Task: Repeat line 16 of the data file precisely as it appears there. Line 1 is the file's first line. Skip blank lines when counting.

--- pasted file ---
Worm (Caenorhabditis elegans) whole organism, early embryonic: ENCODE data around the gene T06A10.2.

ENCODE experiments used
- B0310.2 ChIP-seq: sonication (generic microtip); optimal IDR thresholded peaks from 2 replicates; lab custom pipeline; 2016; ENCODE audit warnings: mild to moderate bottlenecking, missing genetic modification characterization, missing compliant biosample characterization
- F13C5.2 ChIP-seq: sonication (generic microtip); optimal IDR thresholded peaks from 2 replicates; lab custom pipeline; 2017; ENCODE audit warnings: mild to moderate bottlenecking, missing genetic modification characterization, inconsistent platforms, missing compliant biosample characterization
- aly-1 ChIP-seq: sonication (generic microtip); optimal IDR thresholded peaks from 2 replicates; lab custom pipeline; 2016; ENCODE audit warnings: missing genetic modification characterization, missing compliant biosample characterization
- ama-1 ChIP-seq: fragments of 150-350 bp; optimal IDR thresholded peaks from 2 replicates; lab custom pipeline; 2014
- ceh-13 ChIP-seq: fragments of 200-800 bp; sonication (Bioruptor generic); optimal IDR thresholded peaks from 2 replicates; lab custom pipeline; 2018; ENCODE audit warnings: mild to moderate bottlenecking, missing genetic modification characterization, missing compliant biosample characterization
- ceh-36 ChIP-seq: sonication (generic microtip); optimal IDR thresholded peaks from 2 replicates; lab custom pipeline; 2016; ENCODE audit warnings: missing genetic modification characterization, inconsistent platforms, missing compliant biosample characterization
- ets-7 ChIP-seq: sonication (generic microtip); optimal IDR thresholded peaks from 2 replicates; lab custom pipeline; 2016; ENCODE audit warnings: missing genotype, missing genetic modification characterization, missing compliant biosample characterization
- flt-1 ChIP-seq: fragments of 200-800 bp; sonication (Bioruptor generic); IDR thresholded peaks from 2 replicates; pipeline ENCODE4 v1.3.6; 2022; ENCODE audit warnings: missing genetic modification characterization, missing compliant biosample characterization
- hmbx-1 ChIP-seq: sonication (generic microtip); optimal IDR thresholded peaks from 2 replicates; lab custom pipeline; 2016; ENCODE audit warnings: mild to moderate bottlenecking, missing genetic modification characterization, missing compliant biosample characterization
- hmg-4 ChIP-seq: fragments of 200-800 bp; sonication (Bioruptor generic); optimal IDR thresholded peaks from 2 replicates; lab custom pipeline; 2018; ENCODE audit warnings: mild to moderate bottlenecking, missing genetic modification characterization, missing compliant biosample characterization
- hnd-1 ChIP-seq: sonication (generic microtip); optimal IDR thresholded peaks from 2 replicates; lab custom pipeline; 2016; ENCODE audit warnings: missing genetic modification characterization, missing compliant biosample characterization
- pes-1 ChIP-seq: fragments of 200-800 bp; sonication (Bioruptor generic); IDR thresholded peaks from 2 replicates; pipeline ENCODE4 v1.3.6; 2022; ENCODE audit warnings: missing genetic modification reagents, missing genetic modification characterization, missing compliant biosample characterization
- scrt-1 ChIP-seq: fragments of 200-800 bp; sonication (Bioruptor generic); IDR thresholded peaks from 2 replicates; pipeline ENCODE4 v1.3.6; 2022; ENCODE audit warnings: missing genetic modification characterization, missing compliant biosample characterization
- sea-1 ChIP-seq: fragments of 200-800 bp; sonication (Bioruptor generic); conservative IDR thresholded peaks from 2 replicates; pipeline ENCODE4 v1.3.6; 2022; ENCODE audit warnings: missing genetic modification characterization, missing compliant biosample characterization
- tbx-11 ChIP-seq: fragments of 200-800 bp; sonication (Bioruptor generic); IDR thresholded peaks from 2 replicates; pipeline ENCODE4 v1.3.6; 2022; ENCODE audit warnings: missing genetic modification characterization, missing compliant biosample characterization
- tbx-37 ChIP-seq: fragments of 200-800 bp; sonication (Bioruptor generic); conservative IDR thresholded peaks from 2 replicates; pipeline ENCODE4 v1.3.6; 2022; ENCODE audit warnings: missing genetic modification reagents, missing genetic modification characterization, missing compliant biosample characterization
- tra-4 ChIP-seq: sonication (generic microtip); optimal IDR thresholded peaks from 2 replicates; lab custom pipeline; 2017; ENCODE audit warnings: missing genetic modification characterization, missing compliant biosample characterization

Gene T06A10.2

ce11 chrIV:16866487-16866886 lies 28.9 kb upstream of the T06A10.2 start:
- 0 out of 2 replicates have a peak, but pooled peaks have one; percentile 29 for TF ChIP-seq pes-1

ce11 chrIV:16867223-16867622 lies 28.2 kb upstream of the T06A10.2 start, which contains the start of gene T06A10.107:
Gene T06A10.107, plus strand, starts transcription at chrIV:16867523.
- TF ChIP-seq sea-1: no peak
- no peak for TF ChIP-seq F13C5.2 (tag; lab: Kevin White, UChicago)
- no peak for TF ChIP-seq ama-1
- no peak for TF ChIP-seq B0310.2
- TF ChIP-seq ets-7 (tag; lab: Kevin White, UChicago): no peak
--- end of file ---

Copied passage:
- sea-1 ChIP-seq: fragments of 200-800 bp; sonication (Bioruptor generic); conservative IDR thresholded peaks from 2 replicates; pipeline ENCODE4 v1.3.6; 2022; ENCODE audit warnings: missing genetic modification characterization, missing compliant biosample characterization